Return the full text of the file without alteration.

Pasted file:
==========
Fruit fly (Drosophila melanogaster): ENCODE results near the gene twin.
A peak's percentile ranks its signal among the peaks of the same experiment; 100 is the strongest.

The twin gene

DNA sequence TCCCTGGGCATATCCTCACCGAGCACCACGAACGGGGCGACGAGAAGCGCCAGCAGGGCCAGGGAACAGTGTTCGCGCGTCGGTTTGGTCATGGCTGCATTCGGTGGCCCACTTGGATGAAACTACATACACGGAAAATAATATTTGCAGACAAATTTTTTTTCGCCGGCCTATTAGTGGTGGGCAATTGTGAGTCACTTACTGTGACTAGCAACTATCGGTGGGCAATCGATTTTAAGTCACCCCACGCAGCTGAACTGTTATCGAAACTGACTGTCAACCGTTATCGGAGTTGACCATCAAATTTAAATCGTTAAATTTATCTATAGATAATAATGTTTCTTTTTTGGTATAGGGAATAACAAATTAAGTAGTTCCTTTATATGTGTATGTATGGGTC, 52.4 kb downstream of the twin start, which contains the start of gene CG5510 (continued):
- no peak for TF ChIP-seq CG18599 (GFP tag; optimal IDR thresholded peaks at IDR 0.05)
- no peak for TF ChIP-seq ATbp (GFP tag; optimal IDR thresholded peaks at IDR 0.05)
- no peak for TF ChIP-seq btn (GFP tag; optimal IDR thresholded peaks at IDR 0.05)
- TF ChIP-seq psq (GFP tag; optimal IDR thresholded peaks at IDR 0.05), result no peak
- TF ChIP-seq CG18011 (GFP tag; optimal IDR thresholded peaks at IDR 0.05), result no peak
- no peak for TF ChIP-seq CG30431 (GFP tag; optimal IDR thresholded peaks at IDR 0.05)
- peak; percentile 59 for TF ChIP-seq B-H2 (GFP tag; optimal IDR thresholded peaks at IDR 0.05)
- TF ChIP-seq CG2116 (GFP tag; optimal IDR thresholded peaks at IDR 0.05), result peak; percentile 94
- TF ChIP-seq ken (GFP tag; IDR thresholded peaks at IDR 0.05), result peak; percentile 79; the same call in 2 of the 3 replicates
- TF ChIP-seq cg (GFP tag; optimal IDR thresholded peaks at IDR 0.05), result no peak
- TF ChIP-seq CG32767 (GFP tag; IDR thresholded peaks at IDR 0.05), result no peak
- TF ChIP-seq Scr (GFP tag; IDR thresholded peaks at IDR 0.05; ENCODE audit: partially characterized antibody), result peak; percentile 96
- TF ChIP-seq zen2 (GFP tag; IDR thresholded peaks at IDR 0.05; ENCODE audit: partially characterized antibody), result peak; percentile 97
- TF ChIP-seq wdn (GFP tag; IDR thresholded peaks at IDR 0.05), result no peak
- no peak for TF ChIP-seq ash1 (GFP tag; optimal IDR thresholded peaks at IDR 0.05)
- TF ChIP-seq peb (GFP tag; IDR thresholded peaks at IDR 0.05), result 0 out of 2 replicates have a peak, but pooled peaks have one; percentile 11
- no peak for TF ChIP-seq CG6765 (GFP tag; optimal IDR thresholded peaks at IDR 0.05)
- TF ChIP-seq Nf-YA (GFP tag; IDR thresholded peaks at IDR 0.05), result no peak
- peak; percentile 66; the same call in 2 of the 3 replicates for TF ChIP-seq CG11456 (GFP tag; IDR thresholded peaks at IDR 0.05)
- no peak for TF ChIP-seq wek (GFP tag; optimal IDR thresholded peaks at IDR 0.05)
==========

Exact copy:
Fruit fly (Drosophila melanogaster): ENCODE results near the gene twin.
A peak's percentile ranks its signal among the peaks of the same experiment; 100 is the strongest.

The twin gene

DNA sequence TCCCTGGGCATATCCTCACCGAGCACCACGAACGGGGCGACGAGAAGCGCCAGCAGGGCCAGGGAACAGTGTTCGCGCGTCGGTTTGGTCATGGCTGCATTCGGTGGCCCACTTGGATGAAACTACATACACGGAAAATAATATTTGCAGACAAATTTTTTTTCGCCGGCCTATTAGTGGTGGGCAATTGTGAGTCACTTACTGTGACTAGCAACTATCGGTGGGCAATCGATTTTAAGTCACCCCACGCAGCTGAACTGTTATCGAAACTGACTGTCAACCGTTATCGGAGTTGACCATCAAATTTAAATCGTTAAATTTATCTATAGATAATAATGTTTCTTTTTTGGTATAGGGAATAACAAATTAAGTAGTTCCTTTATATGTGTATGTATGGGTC, 52.4 kb downstream of the twin start, which contains the start of gene CG5510 (continued):
- no peak for TF ChIP-seq CG18599 (GFP tag; optimal IDR thresholded peaks at IDR 0.05)
- no peak for TF ChIP-seq ATbp (GFP tag; optimal IDR thresholded peaks at IDR 0.05)
- no peak for TF ChIP-seq btn (GFP tag; optimal IDR thresholded peaks at IDR 0.05)
- TF ChIP-seq psq (GFP tag; optimal IDR thresholded peaks at IDR 0.05), result no peak
- TF ChIP-seq CG18011 (GFP tag; optimal IDR thresholded peaks at IDR 0.05), result no peak
- no peak for TF ChIP-seq CG30431 (GFP tag; optimal IDR thresholded peaks at IDR 0.05)
- peak; percentile 59 for TF ChIP-seq B-H2 (GFP tag; optimal IDR thresholded peaks at IDR 0.05)
- TF ChIP-seq CG2116 (GFP tag; optimal IDR thresholded peaks at IDR 0.05), result peak; percentile 94
- TF ChIP-seq ken (GFP tag; IDR thresholded peaks at IDR 0.05), result peak; percentile 79; the same call in 2 of the 3 replicates
- TF ChIP-seq cg (GFP tag; optimal IDR thresholded peaks at IDR 0.05), result no peak
- TF ChIP-seq CG32767 (GFP tag; IDR thresholded peaks at IDR 0.05), result no peak
- TF ChIP-seq Scr (GFP tag; IDR thresholded peaks at IDR 0.05; ENCODE audit: partially characterized antibody), result peak; percentile 96
- TF ChIP-seq zen2 (GFP tag; IDR thresholded peaks at IDR 0.05; ENCODE audit: partially characterized antibody), result peak; percentile 97
- TF ChIP-seq wdn (GFP tag; IDR thresholded peaks at IDR 0.05), result no peak
- no peak for TF ChIP-seq ash1 (GFP tag; optimal IDR thresholded peaks at IDR 0.05)
- TF ChIP-seq peb (GFP tag; IDR thresholded peaks at IDR 0.05), result 0 out of 2 replicates have a peak, but pooled peaks have one; percentile 11
- no peak for TF ChIP-seq CG6765 (GFP tag; optimal IDR thresholded peaks at IDR 0.05)
- TF ChIP-seq Nf-YA (GFP tag; IDR thresholded peaks at IDR 0.05), result no peak
- peak; percentile 66; the same call in 2 of the 3 replicates for TF ChIP-seq CG11456 (GFP tag; IDR thresholded peaks at IDR 0.05)
- no peak for TF ChIP-seq wek (GFP tag; optimal IDR thresholded peaks at IDR 0.05)